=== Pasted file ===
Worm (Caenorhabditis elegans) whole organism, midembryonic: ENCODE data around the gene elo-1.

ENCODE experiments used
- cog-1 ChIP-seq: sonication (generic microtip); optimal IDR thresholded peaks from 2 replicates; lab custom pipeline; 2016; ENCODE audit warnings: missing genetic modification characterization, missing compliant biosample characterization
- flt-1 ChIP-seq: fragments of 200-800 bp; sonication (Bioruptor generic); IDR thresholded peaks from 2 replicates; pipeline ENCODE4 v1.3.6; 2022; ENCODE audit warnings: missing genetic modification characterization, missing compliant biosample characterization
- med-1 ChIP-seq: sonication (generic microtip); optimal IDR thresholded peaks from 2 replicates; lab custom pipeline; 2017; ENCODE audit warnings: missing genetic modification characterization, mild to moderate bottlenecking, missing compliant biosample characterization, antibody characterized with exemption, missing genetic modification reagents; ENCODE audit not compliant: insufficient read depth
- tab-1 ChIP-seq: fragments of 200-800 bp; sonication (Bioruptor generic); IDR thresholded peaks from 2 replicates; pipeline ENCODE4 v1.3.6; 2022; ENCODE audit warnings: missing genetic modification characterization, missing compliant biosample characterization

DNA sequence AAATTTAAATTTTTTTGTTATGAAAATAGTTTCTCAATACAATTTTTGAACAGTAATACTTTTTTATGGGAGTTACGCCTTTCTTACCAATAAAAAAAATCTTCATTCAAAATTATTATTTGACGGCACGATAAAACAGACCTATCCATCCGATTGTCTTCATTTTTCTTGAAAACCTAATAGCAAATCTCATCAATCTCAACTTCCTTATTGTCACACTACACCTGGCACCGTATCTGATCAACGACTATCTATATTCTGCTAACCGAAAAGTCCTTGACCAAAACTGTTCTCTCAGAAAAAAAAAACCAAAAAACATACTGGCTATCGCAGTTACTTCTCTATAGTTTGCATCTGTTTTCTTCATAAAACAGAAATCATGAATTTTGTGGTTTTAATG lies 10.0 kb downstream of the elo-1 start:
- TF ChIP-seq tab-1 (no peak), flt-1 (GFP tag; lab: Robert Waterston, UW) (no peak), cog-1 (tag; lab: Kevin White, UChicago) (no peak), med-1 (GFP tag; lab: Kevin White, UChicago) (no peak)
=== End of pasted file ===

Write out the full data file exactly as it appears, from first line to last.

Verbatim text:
Worm (Caenorhabditis elegans) whole organism, midembryonic: ENCODE data around the gene elo-1.

ENCODE experiments used
- cog-1 ChIP-seq: sonication (generic microtip); optimal IDR thresholded peaks from 2 replicates; lab custom pipeline; 2016; ENCODE audit warnings: missing genetic modification characterization, missing compliant biosample characterization
- flt-1 ChIP-seq: fragments of 200-800 bp; sonication (Bioruptor generic); IDR thresholded peaks from 2 replicates; pipeline ENCODE4 v1.3.6; 2022; ENCODE audit warnings: missing genetic modification characterization, missing compliant biosample characterization
- med-1 ChIP-seq: sonication (generic microtip); optimal IDR thresholded peaks from 2 replicates; lab custom pipeline; 2017; ENCODE audit warnings: missing genetic modification characterization, mild to moderate bottlenecking, missing compliant biosample characterization, antibody characterized with exemption, missing genetic modification reagents; ENCODE audit not compliant: insufficient read depth
- tab-1 ChIP-seq: fragments of 200-800 bp; sonication (Bioruptor generic); IDR thresholded peaks from 2 replicates; pipeline ENCODE4 v1.3.6; 2022; ENCODE audit warnings: missing genetic modification characterization, missing compliant biosample characterization

DNA sequence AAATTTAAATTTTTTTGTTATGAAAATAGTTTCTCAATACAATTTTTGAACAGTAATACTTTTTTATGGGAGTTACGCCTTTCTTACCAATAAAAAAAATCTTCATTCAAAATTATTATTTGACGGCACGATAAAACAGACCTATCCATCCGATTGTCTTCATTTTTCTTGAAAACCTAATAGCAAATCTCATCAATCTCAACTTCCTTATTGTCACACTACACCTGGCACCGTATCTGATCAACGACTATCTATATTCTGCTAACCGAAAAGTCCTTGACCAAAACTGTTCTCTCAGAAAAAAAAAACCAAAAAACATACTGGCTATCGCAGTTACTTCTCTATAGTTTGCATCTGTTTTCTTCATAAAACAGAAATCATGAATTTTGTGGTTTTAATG lies 10.0 kb downstream of the elo-1 start:
- TF ChIP-seq tab-1 (no peak), flt-1 (GFP tag; lab: Robert Waterston, UW) (no peak), cog-1 (tag; lab: Kevin White, UChicago) (no peak), med-1 (GFP tag; lab: Kevin White, UChicago) (no peak)